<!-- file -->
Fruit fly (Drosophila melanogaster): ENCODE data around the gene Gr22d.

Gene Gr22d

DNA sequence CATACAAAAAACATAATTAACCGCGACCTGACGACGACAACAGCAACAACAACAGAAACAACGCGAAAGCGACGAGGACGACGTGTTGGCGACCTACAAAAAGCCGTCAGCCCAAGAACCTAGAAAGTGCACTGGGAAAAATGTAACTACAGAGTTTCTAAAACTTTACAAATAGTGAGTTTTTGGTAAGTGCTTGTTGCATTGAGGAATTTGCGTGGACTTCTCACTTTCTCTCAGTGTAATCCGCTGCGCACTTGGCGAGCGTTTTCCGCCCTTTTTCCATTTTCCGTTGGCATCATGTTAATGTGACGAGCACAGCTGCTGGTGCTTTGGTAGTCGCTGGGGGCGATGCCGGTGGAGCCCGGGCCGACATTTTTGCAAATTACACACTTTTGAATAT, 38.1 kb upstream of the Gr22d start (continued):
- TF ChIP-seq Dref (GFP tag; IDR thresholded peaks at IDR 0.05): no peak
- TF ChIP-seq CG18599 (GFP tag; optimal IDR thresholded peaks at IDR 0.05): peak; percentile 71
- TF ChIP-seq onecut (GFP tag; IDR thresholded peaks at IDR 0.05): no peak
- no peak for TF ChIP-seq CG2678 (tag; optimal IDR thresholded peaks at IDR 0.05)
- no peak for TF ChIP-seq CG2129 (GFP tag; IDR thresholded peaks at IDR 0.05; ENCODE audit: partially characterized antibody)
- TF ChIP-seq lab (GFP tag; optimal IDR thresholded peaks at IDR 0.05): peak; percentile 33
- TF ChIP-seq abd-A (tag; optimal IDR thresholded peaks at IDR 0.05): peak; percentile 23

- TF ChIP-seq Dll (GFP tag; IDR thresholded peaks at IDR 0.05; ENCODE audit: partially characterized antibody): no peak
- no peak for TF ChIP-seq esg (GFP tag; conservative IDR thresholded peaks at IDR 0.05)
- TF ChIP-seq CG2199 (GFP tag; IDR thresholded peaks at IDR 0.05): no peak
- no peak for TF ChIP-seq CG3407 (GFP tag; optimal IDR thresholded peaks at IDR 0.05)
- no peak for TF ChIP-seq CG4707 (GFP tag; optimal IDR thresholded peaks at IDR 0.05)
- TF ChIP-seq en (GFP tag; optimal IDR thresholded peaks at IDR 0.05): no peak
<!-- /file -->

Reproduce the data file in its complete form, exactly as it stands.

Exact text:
Fruit fly (Drosophila melanogaster): ENCODE data around the gene Gr22d.

Gene Gr22d

DNA sequence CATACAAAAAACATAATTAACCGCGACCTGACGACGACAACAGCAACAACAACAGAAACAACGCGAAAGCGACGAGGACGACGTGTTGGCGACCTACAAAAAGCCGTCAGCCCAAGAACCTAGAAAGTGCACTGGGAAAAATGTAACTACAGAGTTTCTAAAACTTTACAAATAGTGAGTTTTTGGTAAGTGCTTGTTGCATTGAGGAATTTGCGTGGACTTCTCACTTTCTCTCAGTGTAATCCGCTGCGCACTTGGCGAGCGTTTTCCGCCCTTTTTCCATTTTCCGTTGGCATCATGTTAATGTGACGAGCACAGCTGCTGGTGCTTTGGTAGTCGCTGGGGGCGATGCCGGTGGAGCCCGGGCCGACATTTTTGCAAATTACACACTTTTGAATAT, 38.1 kb upstream of the Gr22d start (continued):
- TF ChIP-seq Dref (GFP tag; IDR thresholded peaks at IDR 0.05): no peak
- TF ChIP-seq CG18599 (GFP tag; optimal IDR thresholded peaks at IDR 0.05): peak; percentile 71
- TF ChIP-seq onecut (GFP tag; IDR thresholded peaks at IDR 0.05): no peak
- no peak for TF ChIP-seq CG2678 (tag; optimal IDR thresholded peaks at IDR 0.05)
- no peak for TF ChIP-seq CG2129 (GFP tag; IDR thresholded peaks at IDR 0.05; ENCODE audit: partially characterized antibody)
- TF ChIP-seq lab (GFP tag; optimal IDR thresholded peaks at IDR 0.05): peak; percentile 33
- TF ChIP-seq abd-A (tag; optimal IDR thresholded peaks at IDR 0.05): peak; percentile 23

- TF ChIP-seq Dll (GFP tag; IDR thresholded peaks at IDR 0.05; ENCODE audit: partially characterized antibody): no peak
- no peak for TF ChIP-seq esg (GFP tag; conservative IDR thresholded peaks at IDR 0.05)
- TF ChIP-seq CG2199 (GFP tag; IDR thresholded peaks at IDR 0.05): no peak
- no peak for TF ChIP-seq CG3407 (GFP tag; optimal IDR thresholded peaks at IDR 0.05)
- no peak for TF ChIP-seq CG4707 (GFP tag; optimal IDR thresholded peaks at IDR 0.05)
- TF ChIP-seq en (GFP tag; optimal IDR thresholded peaks at IDR 0.05): no peak